On the occasion of the United Nations Day, commemorated every year on 24 October, the European Union reaffirms its partnership with the United Nations in promoting peace and security. This year’s UN Day marks an important milestone – the 75th anniversary of the signing of the UN Charter in San Francisco.
Over the last decades, the EU and the UN have been working very closely together in promoting and upholding peace and security, defending human rights, contributing to sustainable development and the fight against climate change.
The UN remains the EU’s main multilateral partner and key strategic counterpart in the area of peace and security. Both organisations are committed to contributing to conflict prevention, peacebuilding and effectively responding to global and emerging threats. In addition to the important political dialogues and joint actions in this field, the EU is supporting the UN’s peace and security architecture. The EU’s Service for Foreign Policy Instruments provides targeted funding to the UN Peacebuilding Fund and the UN Department of Political and Peacebuilding Affairs. This helps ensuring that the organisation has the right tools and is well equipped to respond effectively to conflict prevention challenges around the world. Direct EU support is also provided to the UN Standby Team of Senior Mediators, which allows to rapidly deploy mediation-support to address fragile situations.
The COVID-19 pandemic has shown that global challenges can be tackled only through global coordinated action, not only in the field of peace and security, but also in other important areas.
The EU has been working very closely together with UN agencies in addressing some of the emerging challenges caused by the current health crisis.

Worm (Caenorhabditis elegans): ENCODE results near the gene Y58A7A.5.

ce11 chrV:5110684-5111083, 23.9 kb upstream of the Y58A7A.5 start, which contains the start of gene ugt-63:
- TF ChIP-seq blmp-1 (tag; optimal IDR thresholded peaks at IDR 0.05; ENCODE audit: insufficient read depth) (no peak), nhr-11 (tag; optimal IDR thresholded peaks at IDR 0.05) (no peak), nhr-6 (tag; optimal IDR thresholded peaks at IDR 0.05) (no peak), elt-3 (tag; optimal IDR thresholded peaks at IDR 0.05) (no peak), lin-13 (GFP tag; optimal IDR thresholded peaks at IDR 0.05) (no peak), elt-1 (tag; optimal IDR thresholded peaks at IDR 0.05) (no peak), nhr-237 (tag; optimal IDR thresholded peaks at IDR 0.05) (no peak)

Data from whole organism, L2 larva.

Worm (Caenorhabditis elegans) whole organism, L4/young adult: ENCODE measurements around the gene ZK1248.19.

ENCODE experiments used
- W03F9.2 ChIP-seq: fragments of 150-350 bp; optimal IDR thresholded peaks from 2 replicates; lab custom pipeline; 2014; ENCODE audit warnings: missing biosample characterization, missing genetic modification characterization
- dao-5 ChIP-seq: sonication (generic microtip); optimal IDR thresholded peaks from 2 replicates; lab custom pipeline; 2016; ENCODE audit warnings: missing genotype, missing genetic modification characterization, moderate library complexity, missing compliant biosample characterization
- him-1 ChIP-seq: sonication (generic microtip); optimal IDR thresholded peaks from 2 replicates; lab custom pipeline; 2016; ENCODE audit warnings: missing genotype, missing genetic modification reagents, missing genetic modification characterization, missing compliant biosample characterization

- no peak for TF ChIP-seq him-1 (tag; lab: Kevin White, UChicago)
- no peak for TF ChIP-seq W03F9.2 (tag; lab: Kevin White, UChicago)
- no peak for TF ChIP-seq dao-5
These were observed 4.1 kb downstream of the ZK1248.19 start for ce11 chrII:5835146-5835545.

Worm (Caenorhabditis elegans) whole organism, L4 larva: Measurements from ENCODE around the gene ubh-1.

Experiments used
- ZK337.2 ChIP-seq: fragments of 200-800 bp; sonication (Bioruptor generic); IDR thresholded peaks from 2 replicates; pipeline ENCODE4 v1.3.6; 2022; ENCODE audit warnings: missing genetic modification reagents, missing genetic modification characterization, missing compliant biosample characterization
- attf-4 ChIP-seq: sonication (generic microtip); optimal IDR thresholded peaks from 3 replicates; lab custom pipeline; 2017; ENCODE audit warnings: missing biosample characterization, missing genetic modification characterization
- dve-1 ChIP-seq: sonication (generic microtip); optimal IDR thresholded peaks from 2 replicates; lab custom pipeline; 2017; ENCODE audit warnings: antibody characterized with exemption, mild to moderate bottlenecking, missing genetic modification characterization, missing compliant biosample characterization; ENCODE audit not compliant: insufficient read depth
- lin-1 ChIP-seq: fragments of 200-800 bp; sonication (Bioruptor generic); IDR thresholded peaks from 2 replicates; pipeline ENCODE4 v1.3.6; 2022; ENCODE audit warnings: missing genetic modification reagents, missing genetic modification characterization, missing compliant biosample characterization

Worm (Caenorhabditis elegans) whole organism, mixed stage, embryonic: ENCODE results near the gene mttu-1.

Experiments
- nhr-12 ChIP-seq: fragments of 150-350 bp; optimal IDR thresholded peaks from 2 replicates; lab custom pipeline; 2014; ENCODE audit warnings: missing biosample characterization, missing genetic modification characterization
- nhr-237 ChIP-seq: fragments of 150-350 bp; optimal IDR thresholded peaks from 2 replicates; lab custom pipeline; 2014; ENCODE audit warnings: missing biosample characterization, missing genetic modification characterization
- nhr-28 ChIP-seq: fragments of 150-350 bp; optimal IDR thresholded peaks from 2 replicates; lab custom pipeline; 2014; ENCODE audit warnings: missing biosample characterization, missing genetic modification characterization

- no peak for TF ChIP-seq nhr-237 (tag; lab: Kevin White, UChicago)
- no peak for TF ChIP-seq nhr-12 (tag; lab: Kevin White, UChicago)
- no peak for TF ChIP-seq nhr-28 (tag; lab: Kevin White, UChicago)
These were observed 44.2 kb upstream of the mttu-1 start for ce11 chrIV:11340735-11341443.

For instance, in the area of human rights, the EU supports through its Partnership Instrument the ‘Business and Human Rights in Asia’ project implemented by UNDP. The project aims to strengthen human rights conditions in business operations and supply chains, facilitating sustainable economic growth while promoting multilateralism. One of the concrete results which already helps companies to assess and manage the human rights impact of their operations during and after the COVID-19 crisis is the Human Rights Due Diligence Rapid self-assessment tool. This toolkit is now available in 10 languages and has had a wide uptake by multinational companies, business associations and individual companies operating in the region. The tool lists a number of actions that are based on the UN Human Rights Treaties, the International Labour Organisation Fundamental Conventions, and the UN Guiding Principles.
Equally, in the area of gender equality, the EU work closely with UN Women and the International Labour Organization to create sustainable, inclusive, and equitable global growth through increased women’s economic empowerment and leadership. A series of webinars highlighting the importance of financing which empowers women and supports women’s businesses recently gathered together important stakeholders and private sector representatives. Also, numerous resources featuring the impact of the COVID-19 crisis on gender equality are available on the project website.
These joint EU-UN actions are having a tangible impact on people’s lives, bettering living and economic conditions, creating equal opportunities, harnessing human rights and contributing to sustainable green solutions at global level.
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